B7 in the key of E minor is the dominant fifth, the usual harbinger of a return to the home chord, but here it sounds all scrambled–it’s a contrapuntal mini-rockslide that knocks us down instead of helping us on our way. (In the lyric there’s a shift of feeling to “better,” but you can’t trust that—it’s only Tuesday!) When we land in an E pattern in the next line we barely have any grip harmonically. This is the most hair-raising part of the ascent.
Even my old man looks good
It’s truly better when we reach the A minor at the end of the line (“good”), and the faux-Bach dadadadadadadadadah sounds like a more normal ornament. Conventionally dramatic chord changes give us good handholds up to the end of the verse, where a wonderfully brisk four-chord coda chutes us across a little saddle to the chorus.
The Ledges (in the chorus). We’re coming to a series of high ledges. The surprising thing here is how we are winched up to new heights repeatedly by the force of just two chords.
I’m gonna have fun in the city
And be with my girl, she’s so pretty
So far we’re on the level, home chord A alternating with C-sharp minor. Now the ground starts to tilt upward with a D:
She looks fine tonight
An F-sharp major seventh is a key-modulating steeper ramp, taking us to a possible new home in a B-minor (“me”):
She is out of sight to me
And now we’ve climbed up to a brilliant-sounding return of D (B minor’s relative major):
Tonight I’ll spend my bread
Now how about a B major? How brilliant, triumphant, and surging does that sound?
Tonight I’ll lose my head
And then D again, but not sounding merely like “D again”; it’s another new pinnacle.
Tonight I’ve got to get
This seems to me one of the greatest of “Friday’s” miracles. Why does that last line in D have so much new intensity, when everything in it is a repetition? Is it just because we’ve gotten into a rhythm of climbing up? Is it that B and D have been perfectly positioned so you can toggle between them and each sounds like a brash relative major to the other?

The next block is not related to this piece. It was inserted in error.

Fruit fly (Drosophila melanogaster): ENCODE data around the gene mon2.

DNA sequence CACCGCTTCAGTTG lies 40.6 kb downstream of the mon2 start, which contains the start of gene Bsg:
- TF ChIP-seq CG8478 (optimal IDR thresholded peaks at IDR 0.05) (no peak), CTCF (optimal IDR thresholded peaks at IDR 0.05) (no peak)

The Ledges have challenged us to the point of exhaustion in just 15 seconds, but now we come out on the level ground of the chorus’s home chord A:
We made it!
 James Ramsey Ullman’s book was originally called Banner in the Sky, but I read it as Third Man on the Mountain because a Disney film version had been made using that title.
 The “rockslide” consists of Guitar #1 descending by half steps in the higher notes of the “Pipeline” pattern on the B chord while Guitar #2, an octave higher, plays a zigzag pattern (see the specifics below in the tab from ultimate-guitar.com). Suffice it to say that the ear is bewildered by hearing a bunch of notes in this section that are just a half-step off the proper notes of the B chord. It’s a judicious use of evil dissonance.
B E|----------------|----------------| B|----------------|----------------| G|--4---3---2---1-|--0-------------| GUITAR #1 D|----------------|------4---4---4-| A|2---2---2---2---|2---2---2---2---| E|----------------|----------------| better E|----------------|----------------| B|----------------|--9-----7-8-7---| G|----------9---8-|--------------9-| GUITAR #2 D|--9---8---------|----------------| A|----------------|----------------| E|7---------------|----------------|
 The faux-Bach was inspired by hearing The Swingle Sisters, they said.